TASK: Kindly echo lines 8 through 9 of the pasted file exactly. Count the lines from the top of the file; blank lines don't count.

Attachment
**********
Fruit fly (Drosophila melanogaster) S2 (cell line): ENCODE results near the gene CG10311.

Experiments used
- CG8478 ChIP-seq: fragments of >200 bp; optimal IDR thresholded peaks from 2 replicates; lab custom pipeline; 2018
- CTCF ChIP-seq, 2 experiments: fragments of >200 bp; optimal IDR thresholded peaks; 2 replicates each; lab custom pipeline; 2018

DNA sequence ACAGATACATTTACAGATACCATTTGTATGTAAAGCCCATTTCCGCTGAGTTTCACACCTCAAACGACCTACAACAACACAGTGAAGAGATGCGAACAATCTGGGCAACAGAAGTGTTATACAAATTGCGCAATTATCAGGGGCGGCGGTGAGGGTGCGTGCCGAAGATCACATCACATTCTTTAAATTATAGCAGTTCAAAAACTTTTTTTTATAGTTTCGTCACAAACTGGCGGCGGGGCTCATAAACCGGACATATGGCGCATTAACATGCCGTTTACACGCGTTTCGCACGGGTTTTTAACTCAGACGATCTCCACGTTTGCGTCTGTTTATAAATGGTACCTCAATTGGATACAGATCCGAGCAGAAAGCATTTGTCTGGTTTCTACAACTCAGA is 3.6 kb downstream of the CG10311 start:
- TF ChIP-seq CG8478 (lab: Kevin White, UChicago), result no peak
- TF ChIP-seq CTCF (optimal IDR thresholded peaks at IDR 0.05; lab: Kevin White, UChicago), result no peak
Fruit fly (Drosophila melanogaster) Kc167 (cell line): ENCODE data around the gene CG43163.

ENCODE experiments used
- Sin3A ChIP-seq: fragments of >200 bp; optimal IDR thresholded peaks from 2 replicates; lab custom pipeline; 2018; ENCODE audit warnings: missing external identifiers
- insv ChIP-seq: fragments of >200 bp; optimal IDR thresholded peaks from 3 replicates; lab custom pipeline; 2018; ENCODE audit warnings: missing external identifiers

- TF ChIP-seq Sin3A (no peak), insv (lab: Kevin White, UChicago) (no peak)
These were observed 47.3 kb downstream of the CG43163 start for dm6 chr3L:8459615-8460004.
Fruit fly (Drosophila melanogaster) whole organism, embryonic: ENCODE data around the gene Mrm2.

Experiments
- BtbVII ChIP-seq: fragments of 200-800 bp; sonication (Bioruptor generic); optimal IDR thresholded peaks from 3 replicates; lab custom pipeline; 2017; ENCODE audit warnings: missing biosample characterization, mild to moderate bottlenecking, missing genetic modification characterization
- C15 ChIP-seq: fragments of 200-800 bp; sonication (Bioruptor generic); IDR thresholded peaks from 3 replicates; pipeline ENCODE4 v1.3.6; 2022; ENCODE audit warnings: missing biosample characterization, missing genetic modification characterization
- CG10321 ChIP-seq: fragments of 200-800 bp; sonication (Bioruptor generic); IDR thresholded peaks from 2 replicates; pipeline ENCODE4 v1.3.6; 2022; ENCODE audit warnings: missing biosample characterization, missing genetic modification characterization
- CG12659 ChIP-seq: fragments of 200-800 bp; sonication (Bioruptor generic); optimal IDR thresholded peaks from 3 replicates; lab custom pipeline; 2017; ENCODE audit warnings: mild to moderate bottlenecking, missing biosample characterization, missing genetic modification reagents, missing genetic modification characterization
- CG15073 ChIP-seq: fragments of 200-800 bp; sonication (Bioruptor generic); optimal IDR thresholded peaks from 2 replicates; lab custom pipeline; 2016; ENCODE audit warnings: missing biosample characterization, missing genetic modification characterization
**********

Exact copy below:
Fruit fly (Drosophila melanogaster) Kc167 (cell line): ENCODE data around the gene CG43163.

ENCODE experiments used